“When I dreamed of being a rally driver as a kid I dreamed of tarmac roads that have lines on them, that you could carve around on the road, really have a lot of grip and a lot of consistency, and that's what the tarmac roads are like in Spain.
“I have enjoyed the Deutschland Rally but that was a bit more random, with all sorts of roads.  But this tarmac in Spain is more consistent and a little wider in sections.  It’s just really fun and enjoyable for me. “And as for the gravel stages, they are more technical and difficult here and I enjoy that element of it, but I'm really here for the tarmac.” What about other American drivers in the WRC?  It had been 18 years since the WRC saw John Buffum in action, 10 years since Travis Pastrana.  Who will be next? “You know, I hope there will be more.  I think Travis and I came along at an interesting time and we actually did a lot of things together. “There are now some great drivers like Tanner Foust, but he's been stuck in rallycross and hasn’t gone back to stage rallying.  So, I hope that we see more drivers come out of America because there are some very good events there.  I hope that we see some more talent come out.”

51-year old American rally driver, Ken Block. Photo: Martin Holmes

With all the hype and promotion for rallycross, global rallycross and all the other things, does Block think this is a distraction in the promotion for rallying? “Well that's a tough question.  I've never been asked that before.  I'll have to think about that one. “I generally think that rallycross and rally, they're kind of like brothers, very similar cars.  I think certain regions may be more attracted, like Americans, to rallycross, because Americans are used to sitting in one area and watching an event in one place.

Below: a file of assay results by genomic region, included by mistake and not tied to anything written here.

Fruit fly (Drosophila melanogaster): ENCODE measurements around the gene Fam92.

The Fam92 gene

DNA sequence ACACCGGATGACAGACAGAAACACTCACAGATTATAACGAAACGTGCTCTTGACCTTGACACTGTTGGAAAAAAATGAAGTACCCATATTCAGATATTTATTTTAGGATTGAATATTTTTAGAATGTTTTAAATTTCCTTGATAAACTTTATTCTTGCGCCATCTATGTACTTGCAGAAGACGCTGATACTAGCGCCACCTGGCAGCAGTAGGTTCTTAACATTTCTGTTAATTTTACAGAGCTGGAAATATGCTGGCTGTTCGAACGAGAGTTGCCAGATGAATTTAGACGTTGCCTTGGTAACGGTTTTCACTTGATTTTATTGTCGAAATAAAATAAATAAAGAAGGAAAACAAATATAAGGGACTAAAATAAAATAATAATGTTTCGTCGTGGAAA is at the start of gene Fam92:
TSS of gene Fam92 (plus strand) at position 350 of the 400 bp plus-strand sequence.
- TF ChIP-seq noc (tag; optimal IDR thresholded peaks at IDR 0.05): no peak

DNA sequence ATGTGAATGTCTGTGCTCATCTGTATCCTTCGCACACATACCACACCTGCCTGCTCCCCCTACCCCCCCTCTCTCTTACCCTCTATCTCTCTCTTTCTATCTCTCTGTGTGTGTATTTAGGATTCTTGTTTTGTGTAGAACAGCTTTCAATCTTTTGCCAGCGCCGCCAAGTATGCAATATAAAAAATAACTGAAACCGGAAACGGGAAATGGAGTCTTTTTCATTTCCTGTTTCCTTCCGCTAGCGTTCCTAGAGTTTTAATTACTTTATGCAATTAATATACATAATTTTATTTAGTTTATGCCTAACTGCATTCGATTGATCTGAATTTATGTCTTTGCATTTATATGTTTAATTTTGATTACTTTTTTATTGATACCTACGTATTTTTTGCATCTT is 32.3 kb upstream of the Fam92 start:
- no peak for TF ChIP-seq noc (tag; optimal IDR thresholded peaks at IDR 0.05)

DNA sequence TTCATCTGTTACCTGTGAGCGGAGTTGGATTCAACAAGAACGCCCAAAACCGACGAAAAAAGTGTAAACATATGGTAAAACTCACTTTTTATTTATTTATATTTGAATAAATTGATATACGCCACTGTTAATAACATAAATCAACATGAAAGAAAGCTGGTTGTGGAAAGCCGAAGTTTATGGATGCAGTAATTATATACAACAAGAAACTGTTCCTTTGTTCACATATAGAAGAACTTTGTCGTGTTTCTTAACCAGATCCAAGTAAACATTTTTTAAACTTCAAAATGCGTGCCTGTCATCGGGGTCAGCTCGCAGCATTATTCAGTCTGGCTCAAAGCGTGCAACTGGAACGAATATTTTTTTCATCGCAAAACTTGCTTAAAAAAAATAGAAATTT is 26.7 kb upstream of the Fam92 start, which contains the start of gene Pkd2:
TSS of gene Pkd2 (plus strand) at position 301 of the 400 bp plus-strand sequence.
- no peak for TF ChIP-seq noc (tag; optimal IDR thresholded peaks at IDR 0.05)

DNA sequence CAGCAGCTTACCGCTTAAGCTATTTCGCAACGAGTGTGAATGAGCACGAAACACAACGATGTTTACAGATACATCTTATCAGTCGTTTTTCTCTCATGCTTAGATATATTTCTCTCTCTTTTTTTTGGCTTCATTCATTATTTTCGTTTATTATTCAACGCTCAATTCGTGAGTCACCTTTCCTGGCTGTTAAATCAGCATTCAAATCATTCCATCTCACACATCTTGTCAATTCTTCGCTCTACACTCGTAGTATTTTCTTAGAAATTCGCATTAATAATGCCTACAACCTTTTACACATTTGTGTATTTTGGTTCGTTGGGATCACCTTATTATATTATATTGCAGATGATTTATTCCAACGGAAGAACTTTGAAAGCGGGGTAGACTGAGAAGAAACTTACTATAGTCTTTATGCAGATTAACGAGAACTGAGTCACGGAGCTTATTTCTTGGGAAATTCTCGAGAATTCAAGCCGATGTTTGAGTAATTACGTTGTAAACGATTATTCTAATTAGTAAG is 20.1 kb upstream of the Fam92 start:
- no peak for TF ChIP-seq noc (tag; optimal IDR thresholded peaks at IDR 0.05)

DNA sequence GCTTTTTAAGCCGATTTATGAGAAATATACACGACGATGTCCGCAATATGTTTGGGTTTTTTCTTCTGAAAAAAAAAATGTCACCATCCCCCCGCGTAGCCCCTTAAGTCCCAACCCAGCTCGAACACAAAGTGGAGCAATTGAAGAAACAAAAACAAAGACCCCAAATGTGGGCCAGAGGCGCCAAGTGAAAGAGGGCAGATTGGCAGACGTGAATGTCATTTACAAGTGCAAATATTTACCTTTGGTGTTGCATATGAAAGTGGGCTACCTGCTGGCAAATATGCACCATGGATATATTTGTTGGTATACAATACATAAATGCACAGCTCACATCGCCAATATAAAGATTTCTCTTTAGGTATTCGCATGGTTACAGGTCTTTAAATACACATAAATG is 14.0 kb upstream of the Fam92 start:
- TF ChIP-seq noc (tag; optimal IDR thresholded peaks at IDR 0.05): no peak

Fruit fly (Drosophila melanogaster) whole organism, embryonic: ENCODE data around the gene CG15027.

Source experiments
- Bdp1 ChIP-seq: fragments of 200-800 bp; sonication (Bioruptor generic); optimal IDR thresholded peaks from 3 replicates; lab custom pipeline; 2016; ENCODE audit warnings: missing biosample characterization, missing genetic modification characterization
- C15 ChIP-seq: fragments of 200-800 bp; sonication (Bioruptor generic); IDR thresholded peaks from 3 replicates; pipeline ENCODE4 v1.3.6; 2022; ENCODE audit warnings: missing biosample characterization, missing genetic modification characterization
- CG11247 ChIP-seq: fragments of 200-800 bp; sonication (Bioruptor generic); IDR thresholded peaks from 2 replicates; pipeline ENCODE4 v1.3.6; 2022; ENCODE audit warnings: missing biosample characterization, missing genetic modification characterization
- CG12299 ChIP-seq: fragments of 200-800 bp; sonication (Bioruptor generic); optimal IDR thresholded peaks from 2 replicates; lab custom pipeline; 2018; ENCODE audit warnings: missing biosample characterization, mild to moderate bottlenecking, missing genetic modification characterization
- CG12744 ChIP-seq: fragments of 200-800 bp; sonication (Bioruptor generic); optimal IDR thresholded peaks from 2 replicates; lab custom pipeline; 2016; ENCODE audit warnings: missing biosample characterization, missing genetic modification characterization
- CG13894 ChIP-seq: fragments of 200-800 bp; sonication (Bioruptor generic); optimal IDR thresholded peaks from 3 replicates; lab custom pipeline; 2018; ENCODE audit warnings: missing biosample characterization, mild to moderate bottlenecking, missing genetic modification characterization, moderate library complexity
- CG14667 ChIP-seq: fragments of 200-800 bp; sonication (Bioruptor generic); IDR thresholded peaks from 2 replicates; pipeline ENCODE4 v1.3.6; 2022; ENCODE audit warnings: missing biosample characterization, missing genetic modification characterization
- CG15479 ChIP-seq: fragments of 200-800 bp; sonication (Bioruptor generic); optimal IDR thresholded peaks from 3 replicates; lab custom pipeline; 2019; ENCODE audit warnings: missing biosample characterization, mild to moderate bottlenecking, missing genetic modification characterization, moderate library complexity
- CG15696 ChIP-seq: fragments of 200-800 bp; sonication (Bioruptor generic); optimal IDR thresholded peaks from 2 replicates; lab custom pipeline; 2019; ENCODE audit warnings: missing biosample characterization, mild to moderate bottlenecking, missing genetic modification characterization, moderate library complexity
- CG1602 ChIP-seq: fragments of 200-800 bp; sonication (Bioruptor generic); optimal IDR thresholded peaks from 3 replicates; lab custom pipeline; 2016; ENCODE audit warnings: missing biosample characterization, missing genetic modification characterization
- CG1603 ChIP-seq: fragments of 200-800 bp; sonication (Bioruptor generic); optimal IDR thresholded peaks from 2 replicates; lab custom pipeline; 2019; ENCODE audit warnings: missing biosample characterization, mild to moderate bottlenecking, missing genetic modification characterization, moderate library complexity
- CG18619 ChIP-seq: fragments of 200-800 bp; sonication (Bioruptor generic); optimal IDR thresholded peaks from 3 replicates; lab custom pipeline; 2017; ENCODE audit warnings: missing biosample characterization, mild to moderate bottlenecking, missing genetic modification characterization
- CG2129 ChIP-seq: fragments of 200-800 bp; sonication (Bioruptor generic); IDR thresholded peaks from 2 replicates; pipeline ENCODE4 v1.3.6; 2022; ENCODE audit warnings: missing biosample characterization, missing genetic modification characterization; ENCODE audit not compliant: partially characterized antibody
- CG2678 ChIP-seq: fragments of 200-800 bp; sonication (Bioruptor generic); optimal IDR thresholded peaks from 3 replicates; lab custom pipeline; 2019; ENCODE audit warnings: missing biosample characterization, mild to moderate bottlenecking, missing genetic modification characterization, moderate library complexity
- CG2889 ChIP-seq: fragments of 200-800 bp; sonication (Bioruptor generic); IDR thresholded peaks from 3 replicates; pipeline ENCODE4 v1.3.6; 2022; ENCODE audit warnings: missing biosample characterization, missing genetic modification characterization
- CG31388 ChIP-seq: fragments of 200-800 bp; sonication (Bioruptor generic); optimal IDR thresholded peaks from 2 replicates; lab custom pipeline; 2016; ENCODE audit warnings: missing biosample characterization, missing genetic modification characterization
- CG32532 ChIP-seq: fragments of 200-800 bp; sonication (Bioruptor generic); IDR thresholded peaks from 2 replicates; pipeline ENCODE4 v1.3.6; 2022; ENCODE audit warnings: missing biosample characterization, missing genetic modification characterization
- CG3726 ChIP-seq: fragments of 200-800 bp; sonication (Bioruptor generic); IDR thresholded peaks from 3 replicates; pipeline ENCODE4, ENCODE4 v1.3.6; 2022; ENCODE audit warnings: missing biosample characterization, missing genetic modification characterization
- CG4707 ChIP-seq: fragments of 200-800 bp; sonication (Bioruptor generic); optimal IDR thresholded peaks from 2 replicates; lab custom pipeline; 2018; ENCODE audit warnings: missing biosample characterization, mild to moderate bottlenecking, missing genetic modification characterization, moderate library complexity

“We haven't had the same popularity with stage rally in America that we've seen with other motorsports.  I think in some regions like America it is better to have something that will work than nothing at all.
“But I think in general they both work and both take talents that guys like Petter Solberg have been able to do quite well. And it’s a very specific talent for both, but the car is somewhat similar.” Does he think there is a chance of getting a WRC event in America, north of the Mexican border? “I was recently asked that question and said I thought there are some great events in America, but a lot of them are not very central to a good headquarters location that could handle the infrastructure needed for a WRC event.

Mark Higgins (Hyundai Tiburon) on the 2002 Rim of the World Rally in the USA. Photo: Martin Holmes

“I searched around one night for roads around Los Angeles and really thought of a similar concept to what we have here in Spain.
“There are great tarmac canyon roads just outside LA and you could base everything in downtown LA, events like the old Rim of the World, based at Palmdale, California.
“I think the potential to do that is there, it just takes the organiser determination and the money.” What is Block’s own competition future? “I don't know.  I want to enjoy stage rallying.  I enjoy rallycross, I enjoy Gymkhana stuff, but my heart is still in stage rallying. “And there are certain stage rallies around the world that I would like to do, like in New Zealand and Finland.  Certain rallies that I just either haven't done or really enjoyed that I'd like to go back and do again. “I'd like to do a rally in Ireland, I haven't done one there yet.  So, there's a few around the world that I'd really like to go visit and do that in the next couple of years.” Catalunya 2018 was won outright by Loeb, Solberg finished third in the R5 category, but Block finished off the road. Business isn’t finished yet.

More rally news:

https://rallysportmag.com/wilson-talks-r2-a-new-r5-fiesta-and-sebastien-loeb/ https://rallysportmag.com/interview-alex-gelsomino-ken-blocks-right-hand-man/